No one is advocating for closeted spouses to stay in the misery and torment that is the closet. It is much better for everyone involved when people live authentic and honest lives. No one who is currently living a secret life should remain deceiving his or her spouse in order to try to spare them the pain and heartache of a divorce. Chances are the straight spouse will discover the truth and the damage will only be compounded.

I know how difficult these situations are because I’m a straight spouse.  Many straight spouses have been told by well-meaning friends to have compassion for their exes who treated them so callously and without much consideration.    There is pressure to instantly forgive every lie and transgression, no matter how egregious.  To many straight spouses, this forced forgiveness feels like a second betrayal.  The concept is even harder to grasp while in the middle of a nasty custody battle or vicious divorce.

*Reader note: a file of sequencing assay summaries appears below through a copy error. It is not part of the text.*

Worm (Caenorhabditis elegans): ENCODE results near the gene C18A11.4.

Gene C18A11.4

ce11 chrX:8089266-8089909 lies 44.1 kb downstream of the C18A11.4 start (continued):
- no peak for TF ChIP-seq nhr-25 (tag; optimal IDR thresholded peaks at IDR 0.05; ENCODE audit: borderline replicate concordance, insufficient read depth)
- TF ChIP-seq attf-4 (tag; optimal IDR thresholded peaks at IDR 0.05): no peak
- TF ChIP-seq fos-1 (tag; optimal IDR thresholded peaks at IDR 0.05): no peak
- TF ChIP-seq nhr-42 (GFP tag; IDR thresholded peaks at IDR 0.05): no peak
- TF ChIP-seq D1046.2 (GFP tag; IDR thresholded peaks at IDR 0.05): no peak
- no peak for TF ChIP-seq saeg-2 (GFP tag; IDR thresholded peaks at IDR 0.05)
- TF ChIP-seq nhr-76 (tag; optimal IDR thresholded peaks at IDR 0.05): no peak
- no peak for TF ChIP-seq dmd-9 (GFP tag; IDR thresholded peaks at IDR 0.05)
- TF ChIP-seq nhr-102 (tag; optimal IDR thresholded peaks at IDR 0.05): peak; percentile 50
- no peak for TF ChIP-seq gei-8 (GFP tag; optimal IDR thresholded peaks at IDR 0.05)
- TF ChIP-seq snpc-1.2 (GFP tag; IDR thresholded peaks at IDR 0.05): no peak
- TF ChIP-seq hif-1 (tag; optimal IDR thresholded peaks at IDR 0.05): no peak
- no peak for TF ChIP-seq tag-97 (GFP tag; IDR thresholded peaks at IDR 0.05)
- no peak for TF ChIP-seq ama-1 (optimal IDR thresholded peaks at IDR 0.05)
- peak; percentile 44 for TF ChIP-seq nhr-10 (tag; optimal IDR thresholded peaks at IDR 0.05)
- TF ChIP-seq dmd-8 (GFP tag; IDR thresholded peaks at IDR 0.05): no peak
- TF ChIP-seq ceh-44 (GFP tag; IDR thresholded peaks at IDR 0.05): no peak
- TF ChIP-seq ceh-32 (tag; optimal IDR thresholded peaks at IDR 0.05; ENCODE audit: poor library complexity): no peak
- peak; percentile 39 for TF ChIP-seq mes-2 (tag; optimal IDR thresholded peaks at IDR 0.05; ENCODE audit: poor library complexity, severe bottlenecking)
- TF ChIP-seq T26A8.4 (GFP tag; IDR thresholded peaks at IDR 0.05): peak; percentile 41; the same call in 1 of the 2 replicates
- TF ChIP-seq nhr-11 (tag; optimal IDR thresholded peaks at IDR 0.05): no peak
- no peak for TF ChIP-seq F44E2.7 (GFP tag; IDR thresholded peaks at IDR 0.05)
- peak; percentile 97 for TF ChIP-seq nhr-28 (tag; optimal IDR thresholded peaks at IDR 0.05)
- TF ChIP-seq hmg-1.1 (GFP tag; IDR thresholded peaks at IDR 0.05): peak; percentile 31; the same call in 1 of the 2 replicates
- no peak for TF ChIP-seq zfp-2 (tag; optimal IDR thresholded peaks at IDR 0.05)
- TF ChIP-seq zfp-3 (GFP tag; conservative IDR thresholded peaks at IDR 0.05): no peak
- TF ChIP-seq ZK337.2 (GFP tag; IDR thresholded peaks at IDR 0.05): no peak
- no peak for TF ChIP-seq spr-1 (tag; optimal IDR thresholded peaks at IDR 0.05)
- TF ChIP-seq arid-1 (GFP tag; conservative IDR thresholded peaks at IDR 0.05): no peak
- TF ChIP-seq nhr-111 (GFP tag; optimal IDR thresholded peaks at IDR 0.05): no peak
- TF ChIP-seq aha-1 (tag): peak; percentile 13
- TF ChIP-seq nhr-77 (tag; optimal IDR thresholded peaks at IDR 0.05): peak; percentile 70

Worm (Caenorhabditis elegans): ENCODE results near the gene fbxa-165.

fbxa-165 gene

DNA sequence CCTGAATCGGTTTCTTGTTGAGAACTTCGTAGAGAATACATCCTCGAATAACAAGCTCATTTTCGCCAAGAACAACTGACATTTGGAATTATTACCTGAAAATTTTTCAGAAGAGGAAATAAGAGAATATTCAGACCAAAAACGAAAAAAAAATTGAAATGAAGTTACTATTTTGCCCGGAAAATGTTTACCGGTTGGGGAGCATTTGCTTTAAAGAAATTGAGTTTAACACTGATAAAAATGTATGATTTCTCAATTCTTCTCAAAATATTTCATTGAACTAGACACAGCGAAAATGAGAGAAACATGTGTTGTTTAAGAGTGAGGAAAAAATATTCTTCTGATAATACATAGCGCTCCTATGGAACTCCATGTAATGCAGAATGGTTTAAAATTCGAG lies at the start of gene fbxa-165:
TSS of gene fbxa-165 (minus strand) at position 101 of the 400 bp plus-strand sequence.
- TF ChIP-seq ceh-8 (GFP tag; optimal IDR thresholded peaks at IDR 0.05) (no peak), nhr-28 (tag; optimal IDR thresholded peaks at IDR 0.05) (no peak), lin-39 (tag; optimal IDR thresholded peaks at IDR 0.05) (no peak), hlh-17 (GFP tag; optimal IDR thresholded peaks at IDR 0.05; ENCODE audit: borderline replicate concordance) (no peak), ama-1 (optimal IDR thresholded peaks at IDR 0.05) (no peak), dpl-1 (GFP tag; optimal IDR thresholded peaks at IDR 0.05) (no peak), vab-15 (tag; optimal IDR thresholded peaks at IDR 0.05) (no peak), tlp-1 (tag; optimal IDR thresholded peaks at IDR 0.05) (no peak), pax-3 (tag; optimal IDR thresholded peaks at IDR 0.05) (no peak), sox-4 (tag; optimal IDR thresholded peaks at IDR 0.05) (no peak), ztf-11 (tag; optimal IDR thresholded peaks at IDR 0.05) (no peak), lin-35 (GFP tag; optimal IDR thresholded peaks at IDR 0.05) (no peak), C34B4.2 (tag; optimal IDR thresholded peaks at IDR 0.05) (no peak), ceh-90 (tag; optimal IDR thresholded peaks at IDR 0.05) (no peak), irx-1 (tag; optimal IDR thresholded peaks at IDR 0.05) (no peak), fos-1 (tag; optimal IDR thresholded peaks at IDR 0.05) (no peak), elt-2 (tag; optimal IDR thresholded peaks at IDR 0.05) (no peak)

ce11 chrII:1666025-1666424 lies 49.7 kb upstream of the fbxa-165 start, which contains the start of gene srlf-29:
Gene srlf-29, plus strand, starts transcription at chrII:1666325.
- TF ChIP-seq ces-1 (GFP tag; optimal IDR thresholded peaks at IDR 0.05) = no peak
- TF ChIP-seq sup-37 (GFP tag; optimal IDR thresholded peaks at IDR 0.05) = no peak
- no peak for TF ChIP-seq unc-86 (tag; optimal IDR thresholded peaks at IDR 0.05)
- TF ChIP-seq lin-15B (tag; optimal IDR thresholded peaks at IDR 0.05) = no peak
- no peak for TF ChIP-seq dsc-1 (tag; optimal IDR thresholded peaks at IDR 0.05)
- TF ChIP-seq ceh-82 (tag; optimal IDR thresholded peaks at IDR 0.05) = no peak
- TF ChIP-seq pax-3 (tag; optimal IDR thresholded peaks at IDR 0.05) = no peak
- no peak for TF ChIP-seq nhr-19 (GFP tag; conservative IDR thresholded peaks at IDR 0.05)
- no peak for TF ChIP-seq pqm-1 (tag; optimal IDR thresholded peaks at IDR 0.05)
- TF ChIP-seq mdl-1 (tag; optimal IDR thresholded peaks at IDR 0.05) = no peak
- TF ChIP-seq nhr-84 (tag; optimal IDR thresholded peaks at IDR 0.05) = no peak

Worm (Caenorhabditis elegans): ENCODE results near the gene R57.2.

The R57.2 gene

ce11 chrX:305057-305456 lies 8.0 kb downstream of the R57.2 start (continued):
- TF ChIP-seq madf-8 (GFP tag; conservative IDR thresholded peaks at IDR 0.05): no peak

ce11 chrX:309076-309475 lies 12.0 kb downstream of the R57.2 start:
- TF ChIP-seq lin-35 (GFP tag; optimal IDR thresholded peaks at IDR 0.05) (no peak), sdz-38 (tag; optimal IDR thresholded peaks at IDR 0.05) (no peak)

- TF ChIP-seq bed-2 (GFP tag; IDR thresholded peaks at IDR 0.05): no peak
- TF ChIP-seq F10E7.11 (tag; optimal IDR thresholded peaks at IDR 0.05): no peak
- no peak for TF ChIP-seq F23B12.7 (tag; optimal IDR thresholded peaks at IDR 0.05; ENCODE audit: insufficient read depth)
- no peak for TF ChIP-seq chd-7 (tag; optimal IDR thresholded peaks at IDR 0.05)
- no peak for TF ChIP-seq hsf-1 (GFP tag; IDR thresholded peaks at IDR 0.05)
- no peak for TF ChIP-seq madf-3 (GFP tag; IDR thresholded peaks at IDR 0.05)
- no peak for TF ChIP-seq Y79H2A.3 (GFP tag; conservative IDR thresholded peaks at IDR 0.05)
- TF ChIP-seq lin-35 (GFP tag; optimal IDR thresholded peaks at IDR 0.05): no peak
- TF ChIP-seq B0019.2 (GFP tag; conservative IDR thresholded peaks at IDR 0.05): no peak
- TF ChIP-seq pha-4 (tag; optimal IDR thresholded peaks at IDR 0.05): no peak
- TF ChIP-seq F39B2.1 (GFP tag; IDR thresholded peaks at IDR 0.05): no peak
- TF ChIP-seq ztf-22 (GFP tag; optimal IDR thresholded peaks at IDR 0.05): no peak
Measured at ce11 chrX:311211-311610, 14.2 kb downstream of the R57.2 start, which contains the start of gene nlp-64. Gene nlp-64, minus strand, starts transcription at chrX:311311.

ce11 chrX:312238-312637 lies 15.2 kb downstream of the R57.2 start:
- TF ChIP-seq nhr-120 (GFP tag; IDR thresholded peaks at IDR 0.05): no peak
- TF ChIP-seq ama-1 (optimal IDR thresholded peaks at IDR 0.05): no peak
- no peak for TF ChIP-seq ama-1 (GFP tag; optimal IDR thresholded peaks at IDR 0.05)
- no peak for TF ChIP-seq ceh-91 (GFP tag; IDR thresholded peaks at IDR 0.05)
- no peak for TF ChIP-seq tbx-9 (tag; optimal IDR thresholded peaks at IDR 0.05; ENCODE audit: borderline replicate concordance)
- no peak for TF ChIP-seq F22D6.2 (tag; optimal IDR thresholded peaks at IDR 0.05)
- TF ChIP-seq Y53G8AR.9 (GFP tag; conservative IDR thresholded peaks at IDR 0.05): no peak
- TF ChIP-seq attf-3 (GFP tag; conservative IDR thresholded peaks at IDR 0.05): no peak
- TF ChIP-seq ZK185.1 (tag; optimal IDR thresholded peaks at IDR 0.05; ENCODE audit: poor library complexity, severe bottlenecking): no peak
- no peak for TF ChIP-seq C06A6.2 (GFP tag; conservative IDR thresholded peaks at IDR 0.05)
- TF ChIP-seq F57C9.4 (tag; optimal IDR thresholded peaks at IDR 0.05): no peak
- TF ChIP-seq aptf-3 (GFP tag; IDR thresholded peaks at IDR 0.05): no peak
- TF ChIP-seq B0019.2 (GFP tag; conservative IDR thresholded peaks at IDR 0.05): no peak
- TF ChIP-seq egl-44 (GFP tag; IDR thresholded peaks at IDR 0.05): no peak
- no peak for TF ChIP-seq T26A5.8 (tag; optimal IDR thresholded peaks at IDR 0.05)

A few of my critics believe that when I write about these doomed marriages that I am attacking all LGBT people.  Nothing could be further from the truth.  I love and support the LGBT community but I have a lot of conflicted emotions towards my ex-husband.  He is responsible for his own actions, and he does not represent every LGBT person or even every closeted gay man.  For some, saying anything bad about an individual LGBT person is somehow homophobic or politically incorrect.  Well no group is homogenous, and sociopaths, narcissists and selfish people can be of any sexual orientation.  LGBT men and women who openly deceive others to hide their true orientation do a huge disservice to the larger LGBT community. By hiding out they aren’t exactly helping the cause of acceptance and equality. They are in fact perpetuating the myth that the only way a person can live a happy and fulfilled life is to pose as straight.